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What centuries of ice-out records can tell us about climate change on Maine’s lakes

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Along the shores of Moosehead Lake, Roger Paradise revs the engine of a small 1964 Cessna 180 seaplane.

Paradise is the chief pilot for Currier’s Flying Service , which has been calling the ice-out on the 40-mile-long lake since at least the 1990s.

This story is part of our series ” Climate Driven: A deep dive into Maine’s response, one county at a time .” “I doubt there’s any ice left,” Paradise says from beside the plane. “Anything that has been broken up, we’ve had some pretty big wind and rain.”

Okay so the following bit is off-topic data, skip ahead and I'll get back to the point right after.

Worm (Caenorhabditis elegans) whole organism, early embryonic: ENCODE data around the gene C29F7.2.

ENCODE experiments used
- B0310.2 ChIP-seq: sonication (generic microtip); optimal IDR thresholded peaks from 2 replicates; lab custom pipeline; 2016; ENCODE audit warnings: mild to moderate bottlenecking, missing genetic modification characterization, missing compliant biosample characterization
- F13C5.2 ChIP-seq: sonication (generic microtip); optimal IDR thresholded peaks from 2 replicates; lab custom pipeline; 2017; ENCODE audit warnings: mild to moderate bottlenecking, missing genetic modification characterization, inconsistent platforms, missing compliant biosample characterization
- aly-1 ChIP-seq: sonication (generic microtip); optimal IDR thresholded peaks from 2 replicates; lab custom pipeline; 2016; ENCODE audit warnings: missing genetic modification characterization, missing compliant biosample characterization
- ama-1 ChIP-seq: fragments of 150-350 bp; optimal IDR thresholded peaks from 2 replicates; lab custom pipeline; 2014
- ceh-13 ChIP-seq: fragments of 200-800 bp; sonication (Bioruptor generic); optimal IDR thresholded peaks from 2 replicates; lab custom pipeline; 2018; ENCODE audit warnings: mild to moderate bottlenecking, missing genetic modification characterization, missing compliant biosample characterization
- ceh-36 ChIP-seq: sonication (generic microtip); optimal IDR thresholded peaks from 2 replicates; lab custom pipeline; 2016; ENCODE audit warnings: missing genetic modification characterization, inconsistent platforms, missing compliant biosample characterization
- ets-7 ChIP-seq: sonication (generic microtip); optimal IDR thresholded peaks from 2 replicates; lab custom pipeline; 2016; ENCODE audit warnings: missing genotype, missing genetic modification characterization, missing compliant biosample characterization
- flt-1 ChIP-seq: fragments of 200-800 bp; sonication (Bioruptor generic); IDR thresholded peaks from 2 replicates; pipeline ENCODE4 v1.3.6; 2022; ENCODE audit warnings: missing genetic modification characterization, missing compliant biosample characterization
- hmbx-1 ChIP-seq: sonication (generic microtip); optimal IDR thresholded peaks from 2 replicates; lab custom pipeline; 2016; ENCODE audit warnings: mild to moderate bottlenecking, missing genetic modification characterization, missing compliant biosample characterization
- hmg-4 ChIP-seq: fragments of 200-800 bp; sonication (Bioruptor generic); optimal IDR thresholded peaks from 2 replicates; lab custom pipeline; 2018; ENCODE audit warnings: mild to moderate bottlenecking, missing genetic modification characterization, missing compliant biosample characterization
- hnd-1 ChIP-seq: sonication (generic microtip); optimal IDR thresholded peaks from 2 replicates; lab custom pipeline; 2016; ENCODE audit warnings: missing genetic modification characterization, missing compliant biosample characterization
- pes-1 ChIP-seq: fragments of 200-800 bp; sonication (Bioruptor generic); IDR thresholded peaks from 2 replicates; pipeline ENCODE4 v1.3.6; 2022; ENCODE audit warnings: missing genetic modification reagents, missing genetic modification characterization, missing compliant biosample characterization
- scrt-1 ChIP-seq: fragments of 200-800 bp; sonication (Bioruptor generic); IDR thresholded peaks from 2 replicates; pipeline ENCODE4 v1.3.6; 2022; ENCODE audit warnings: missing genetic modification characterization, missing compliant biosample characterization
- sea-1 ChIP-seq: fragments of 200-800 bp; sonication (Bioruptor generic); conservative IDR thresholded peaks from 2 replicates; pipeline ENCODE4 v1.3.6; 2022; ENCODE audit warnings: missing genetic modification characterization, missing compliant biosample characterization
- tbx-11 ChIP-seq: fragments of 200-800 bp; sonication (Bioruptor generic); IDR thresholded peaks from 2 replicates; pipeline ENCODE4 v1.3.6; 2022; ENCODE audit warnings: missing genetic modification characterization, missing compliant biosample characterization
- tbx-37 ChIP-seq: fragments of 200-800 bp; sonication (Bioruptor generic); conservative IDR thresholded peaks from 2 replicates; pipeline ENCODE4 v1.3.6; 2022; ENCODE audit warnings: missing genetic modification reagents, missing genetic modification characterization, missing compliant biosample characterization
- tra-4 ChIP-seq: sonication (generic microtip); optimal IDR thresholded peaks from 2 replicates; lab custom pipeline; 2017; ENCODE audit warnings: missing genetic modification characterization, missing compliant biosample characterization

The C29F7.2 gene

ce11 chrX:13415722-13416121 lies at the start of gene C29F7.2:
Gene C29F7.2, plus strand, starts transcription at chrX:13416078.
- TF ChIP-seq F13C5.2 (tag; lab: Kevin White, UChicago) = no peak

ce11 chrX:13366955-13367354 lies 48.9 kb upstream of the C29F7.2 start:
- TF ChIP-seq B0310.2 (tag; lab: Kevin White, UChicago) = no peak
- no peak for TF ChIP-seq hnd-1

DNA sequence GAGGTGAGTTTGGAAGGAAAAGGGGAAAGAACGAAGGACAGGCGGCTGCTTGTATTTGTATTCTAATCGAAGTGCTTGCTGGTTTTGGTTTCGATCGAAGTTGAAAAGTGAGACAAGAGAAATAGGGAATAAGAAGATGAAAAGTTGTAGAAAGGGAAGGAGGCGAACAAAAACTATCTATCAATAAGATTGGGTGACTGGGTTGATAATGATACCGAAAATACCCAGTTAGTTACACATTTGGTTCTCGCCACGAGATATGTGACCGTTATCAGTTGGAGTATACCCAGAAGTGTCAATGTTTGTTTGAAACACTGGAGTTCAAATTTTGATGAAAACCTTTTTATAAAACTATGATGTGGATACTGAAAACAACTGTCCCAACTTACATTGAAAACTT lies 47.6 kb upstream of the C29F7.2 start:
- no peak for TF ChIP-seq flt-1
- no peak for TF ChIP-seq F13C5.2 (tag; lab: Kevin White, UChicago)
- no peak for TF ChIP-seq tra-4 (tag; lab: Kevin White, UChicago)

It’s early May, and Paradise says the ice was officially declared out about a week ago — on April 28th, a bit earlier than usual. To make the declaration, Paradise flies over Moosehead to see if there’s enough open water for the steamship Katahdin to cross the lake, from Greenville to Northeast Carry.

“If the boat had to maneuver a lot, it’s not out,” he explains. “There’s still too much ice out there. It has to be able to go up there, smooth sailing, the entire way up.”

When Currier’s took over the job, it was continuing a nearly 200-year tradition, one that began in 1848. According to Sue Currier, anticipation builds […]

Click here to view original web page at www.mainepublic.org

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